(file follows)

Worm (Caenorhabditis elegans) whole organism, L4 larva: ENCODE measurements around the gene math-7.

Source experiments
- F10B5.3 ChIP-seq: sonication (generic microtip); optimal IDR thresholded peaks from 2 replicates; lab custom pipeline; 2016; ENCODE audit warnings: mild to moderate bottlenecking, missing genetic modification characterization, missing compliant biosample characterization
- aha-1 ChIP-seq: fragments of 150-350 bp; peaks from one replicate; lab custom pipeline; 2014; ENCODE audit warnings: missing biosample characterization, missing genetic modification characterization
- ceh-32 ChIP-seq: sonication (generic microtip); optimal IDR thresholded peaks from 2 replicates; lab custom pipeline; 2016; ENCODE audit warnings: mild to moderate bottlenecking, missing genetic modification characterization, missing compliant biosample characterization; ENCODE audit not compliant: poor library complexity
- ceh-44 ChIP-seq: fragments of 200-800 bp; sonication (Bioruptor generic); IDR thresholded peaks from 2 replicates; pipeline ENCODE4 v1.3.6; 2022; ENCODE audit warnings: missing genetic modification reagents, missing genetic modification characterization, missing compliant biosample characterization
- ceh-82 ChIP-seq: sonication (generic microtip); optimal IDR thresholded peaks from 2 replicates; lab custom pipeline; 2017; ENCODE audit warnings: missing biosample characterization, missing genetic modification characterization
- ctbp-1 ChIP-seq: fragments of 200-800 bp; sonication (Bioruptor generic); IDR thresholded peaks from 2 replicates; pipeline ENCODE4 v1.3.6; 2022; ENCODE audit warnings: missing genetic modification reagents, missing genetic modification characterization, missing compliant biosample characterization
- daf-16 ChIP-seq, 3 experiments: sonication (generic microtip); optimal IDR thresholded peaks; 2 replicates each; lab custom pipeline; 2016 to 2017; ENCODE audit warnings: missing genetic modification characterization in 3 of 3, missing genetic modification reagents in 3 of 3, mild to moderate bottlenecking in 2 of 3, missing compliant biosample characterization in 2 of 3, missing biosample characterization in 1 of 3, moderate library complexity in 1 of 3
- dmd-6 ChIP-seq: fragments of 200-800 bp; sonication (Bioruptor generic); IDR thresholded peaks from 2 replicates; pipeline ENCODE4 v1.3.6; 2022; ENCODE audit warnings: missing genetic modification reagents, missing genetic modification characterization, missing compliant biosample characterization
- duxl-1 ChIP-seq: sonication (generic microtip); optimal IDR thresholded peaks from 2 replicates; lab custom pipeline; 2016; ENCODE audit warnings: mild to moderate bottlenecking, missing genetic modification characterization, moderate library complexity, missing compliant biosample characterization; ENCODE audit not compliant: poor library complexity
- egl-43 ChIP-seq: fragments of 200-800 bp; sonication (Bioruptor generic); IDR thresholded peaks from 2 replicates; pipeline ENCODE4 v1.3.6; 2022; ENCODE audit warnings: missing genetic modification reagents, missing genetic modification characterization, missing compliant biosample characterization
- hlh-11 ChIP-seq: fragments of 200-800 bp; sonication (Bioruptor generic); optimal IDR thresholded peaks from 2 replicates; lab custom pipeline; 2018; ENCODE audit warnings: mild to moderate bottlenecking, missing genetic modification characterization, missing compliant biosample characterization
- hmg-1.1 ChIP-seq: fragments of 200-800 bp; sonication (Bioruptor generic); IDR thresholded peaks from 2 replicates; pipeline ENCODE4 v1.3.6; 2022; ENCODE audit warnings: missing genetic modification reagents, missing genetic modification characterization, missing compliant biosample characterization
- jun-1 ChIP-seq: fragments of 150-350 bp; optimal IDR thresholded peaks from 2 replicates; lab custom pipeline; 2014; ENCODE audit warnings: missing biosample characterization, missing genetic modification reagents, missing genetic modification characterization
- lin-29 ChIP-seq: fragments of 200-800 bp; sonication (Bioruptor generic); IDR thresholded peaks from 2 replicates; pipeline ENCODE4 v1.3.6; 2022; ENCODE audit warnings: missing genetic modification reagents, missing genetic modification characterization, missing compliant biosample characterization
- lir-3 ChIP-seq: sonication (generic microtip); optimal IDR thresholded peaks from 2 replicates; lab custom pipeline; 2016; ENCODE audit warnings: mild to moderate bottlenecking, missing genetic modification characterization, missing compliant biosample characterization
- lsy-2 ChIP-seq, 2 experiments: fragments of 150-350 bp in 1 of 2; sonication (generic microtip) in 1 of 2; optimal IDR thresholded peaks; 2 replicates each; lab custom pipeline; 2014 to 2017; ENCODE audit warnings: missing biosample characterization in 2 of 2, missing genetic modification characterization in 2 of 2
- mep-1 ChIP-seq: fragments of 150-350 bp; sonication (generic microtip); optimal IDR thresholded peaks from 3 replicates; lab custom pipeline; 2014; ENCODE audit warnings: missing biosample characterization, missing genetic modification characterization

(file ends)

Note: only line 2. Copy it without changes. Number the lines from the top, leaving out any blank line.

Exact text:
Source experiments